32. We will leave it to him to preach two Gods, who can preach One God without confessing the unity; he shall proclaim that God is solitary, who can deny that there are two Persons, Each dwelling in the Other by the power of Their nature and the mystery of birth given and received. And that man may assign a different nature to Each of the Two, who is ignorant that the unity of Father and of Son is a revealed truth. Let the heretics blot out this record of the Son’s self-revelation I in the Father and the Father in Me; then, and not till then, shall they assert that there are two Gods, or one God in loneliness. There is no hint of more natures than one in what we are told of Their possession of the one Divine nature. The truth that God is from God does not multiply God by two; the birth destroys the supposition of a lonely God. And again, because They are interdependent They form an unity; and that They are interdependent is proved by Their being One from One. For the One, in begetting the One, conferred upon Him nothing that was not His own; and the One, in being begotten, received from the One only what belongs to one. Thus the apostolic faith, in proclaiming the Father, will proclaim Him as One God, and in confessing the Son will confess Him as One God; since one and the same Divine nature exists in Both, and because, the Father being God and the Son being God, and the one name of God expressing the nature of Both, the term ‘One God’ signifies the Two. God from God, or God in God, does not mean that there are two Gods, for God abides, One from One, eternally with the one Divine nature and the one Divine name; nor does God dwindle down to a single Person, for One and One can never be in solitude.
33. The Lord has not left in doubt or obscurity the teaching conveyed in this great mystery; He has not abandoned us to lose our way in dim uncertainty. Listen to Him as He reveals the full knowledge of this faith to His Apostles;—I am the Way and the Truth and the Life; no man cometh unto the Father but through Me. If ye know Me, ye know My Father also; and from henceforth ye shall know Him, and have seen Him. Philip saith unto Him, Lord, shew us the Father, and it sufficeth us. Jesus saith unto him, Have I been so long time with you, and ye have not known Me, Philip? He that hath seen Me hath seen the Father also. How sayest thou, Shew us the Father? Dost thou not believe Me, that I am in the Father, and the Father is in Me? The words that I speak unto you I speak not of Myself, but the Father that dwelleth in Me, He doeth His works. Believe Me, that I am in the Father, and the Father in Me; or else believe for the very works’ sake879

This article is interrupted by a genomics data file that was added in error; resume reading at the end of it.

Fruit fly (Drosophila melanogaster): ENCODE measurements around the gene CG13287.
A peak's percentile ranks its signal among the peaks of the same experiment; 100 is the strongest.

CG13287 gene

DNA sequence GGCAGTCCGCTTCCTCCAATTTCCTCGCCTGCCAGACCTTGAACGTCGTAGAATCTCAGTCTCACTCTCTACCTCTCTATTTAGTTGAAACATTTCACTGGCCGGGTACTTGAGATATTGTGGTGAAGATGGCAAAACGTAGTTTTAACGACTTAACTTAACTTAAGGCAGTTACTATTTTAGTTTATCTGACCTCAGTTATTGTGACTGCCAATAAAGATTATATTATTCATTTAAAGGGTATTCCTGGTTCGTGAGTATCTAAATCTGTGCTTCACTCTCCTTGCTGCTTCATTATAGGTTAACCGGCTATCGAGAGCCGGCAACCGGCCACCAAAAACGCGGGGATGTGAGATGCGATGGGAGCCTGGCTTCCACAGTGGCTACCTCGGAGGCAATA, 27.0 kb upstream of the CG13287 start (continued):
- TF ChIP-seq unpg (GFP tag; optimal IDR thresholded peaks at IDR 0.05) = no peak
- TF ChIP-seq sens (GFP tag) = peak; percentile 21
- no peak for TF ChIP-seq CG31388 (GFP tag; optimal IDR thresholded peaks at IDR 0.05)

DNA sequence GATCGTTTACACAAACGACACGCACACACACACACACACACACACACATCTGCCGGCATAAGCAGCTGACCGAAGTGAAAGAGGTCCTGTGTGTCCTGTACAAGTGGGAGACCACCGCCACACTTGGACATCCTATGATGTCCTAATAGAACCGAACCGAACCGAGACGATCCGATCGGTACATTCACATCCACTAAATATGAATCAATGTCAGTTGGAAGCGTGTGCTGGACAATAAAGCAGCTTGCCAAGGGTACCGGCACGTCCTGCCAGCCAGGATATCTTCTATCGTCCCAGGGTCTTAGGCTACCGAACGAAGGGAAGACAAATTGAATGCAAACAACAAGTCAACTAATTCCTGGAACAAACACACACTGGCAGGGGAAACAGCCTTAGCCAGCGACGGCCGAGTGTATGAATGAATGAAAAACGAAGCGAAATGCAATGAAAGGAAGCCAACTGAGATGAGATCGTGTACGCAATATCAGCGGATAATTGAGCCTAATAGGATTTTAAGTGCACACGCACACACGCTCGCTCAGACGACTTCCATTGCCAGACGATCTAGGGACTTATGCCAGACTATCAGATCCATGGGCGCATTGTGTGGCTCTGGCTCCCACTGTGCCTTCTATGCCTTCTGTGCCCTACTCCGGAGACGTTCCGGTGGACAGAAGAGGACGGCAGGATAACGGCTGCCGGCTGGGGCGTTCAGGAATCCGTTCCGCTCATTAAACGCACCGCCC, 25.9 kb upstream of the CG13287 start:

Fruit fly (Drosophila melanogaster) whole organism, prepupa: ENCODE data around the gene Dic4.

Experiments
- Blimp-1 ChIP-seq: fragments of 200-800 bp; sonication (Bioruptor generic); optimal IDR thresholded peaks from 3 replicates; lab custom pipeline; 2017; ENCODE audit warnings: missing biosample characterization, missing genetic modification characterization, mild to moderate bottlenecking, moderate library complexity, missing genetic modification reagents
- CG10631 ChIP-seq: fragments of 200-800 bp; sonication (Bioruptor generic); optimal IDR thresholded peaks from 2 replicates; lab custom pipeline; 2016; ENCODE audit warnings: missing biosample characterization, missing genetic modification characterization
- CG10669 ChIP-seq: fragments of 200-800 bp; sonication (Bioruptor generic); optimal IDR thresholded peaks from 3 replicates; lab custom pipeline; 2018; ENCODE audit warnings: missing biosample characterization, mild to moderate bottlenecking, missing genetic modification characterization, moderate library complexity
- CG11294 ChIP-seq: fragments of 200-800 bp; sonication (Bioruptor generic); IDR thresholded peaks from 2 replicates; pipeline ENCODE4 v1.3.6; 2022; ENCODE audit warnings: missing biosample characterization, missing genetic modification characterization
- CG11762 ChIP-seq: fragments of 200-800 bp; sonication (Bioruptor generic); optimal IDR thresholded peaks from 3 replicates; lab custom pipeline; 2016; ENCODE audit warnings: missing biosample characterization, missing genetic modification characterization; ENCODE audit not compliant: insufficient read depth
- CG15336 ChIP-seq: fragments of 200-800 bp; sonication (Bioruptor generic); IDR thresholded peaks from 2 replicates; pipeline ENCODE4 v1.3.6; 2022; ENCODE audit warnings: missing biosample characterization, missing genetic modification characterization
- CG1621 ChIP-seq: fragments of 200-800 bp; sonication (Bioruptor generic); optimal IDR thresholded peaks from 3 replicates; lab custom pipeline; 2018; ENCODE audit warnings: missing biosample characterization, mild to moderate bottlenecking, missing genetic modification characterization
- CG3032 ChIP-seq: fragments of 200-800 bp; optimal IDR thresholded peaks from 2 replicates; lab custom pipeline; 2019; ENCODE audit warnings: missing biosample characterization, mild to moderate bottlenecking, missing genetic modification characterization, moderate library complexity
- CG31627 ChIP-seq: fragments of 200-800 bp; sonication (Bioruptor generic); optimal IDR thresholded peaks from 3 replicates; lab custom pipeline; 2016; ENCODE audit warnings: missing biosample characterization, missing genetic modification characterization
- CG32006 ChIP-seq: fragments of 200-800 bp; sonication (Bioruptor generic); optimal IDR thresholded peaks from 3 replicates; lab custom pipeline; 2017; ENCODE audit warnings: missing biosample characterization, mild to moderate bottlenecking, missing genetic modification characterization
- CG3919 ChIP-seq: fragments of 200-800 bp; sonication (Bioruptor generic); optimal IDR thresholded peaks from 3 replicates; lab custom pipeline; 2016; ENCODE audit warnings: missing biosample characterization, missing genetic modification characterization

34. The words which follow those last cited are, If ye know Me, ye know My Father also. It is the Man, Jesus Christ, Whom they behold. How can a knowledge of Him be a knowledge of the Father? For the Apostles see Him wearing the aspect of that human nature which belongs to Him; but God is not encumbered with body and flesh, and is incognisable by those who dwell in our weak and fleshly body. The answer is given by the Lord, Who asserts that under the flesh, which, in a mystery, He had taken, His Father’s nature dwells within Him. He sets the facts in their due order thus;—If ye know Me, ye know My Father also; and from henceforth ye shall know Him, and have seen Him. He makes a distinction between the time of sight, and the time of knowledge. He says that from henceforth they shall know Him Whom they had already seen; and so shall possess, from the time of this revelation onward, the knowledge of that nature, on which, in Him, they long had gazed.
35. But the novel sound of these words disturbed the Apostle Philip. A Man is before their eyes; this Man avows Himself the Son of God, and declares that when they have known Him they will know the Father. He tells them that they have seen the Father, and that, because they have seen Him, they shall know Him hereafter. This truth is too broad for the grasp of weak humanity; their faith fails in the presence of these paradoxes. Christ says that the Father has been seen already and shall now be known; and this, although sight, is knowledge. He says that if the Son has been known, the Father has been known also; and this though the Son has imparted knowledge of Himself through the bodily senses of sight and sound, while the Father’s nature, different altogether from that880